Oregon’s Leisure and Hospitality Industry

by Guy Tauer

November 26, 2019

Leisure and hospitality businesses employed an average 211,200 workers in 2018. Of those, roughly one out of eight were employed in accommodations, about the same as in arts, entertainment, and recreation. Three-fourths of leisure and hospitality workers work in food services and drinking places. The saw-toothed look on the graph shows the seasonal nature of work in this tourism-related industry.
During the Great Recession, employment in this industry fell by 6.1 percent from 2008 to 2010. Oregon’s all-industry employment decline was slightly steeper, with payroll jobs declining by 7.4 percent from pre-recession peak to trough. By 2018, leisure and hospitality employment rose by 30.1 percent compared with a gain of 19.3 percent for total industry employment. As of October 2019, leisure and hospitality is still showing modest job growth, rising by 1.0 percent (+2,200 jobs) since October 2018. Over the most recent 12 months ending in October, both food services and drinking places as well as accommodations employment increased by 0.8 percent.  Slightly faster job growth was estimated in arts, entertainment and recreation (2.7 percent). Leisure and hospitality is now 40,500 jobs above its pre-recession peak.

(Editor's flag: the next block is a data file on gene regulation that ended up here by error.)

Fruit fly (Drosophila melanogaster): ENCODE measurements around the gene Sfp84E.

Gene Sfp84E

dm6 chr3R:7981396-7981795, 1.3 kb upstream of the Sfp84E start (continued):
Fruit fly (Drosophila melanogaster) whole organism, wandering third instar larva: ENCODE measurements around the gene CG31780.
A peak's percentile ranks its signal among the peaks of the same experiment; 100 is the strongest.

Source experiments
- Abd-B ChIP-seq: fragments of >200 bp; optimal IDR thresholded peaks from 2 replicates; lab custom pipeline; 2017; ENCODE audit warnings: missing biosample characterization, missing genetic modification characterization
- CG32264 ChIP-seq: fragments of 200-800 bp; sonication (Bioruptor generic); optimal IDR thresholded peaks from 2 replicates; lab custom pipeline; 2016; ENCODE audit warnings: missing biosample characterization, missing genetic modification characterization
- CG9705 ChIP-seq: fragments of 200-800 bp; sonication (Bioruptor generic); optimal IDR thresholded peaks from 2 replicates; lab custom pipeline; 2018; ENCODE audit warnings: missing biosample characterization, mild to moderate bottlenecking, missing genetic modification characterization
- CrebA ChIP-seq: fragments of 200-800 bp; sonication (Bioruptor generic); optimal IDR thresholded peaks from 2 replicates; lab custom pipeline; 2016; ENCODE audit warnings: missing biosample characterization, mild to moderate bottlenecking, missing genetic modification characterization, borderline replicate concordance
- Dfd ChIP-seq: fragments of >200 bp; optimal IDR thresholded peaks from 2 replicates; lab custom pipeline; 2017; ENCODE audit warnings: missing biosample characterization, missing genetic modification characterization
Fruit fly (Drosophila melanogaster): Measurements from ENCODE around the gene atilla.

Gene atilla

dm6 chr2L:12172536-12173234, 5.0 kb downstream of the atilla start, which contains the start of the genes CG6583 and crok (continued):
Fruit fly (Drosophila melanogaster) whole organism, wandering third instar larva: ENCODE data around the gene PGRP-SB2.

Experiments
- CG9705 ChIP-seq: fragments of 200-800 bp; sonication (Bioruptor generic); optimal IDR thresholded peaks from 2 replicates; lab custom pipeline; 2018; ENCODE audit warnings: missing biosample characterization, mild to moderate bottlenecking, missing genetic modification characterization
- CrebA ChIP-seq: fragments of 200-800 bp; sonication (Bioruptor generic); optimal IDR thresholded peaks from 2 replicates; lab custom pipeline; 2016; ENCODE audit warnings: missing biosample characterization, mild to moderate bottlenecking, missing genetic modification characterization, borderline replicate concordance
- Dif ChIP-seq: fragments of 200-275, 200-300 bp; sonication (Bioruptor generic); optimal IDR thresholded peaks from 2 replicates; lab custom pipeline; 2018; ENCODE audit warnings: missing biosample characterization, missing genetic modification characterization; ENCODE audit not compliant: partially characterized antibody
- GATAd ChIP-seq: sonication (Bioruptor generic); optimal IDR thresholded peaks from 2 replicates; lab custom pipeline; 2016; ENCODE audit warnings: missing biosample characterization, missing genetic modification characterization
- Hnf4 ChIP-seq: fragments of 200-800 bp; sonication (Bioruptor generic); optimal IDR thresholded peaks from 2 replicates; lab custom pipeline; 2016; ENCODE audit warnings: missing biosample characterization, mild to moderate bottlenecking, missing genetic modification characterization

Connection to Tourism

We often think of leisure and hospitality as a tourism industry. While many jobs in this industry are reliant upon tourism, local spending also plays a significant role. The Oregon Tourism Commission contracts Dean Runyan Associates to produce travel spending impact analysis for Oregon. According to their Oregon Travel Impacts 1992-2018p report’s preliminary estimates, travel spending generated 73,300 direct jobs in the accommodations and food services sector and 19,800 direct jobs in the arts, entertainment and recreation sector in 2018. Combined, these jobs made up about 81 percent of total direct travel-generated employment that year. Retail and wholesale trade, professional and business services, and transportation were other industries that had direct travel-generated employment in Oregon.  While tourism is undoubtedly critical to the growth and success of many leisure and hospitality jobs, there are likely even more that depend upon local business and customers. Dean Runyan Associates’ most recent visitor volume and travel impact report can be found at: www.deanrunyan.com/doc_library/ORImp.pdf

Leisure and Hospitality’s Sales and Share of Oregon’s Gross Domestic Product

According to the 2012 Economic Census, sales in Oregon’s accommodations and food services industry totaled $8,466,788,000 – nearly $8.5 billion. Five years earlier, total sales in Oregon were just over $7.5 billion.

Since Oregon doesn’t have a sales tax, information regarding sales for many industries is rather scant. Data from the Economic Census, such as number of establishments, annual payroll and number of paid employees, are available to the five-digit NAICS industry level for many industries statewide. Go to census.gov for more details about the components within the leisure and hospitality industry from the Economic Census.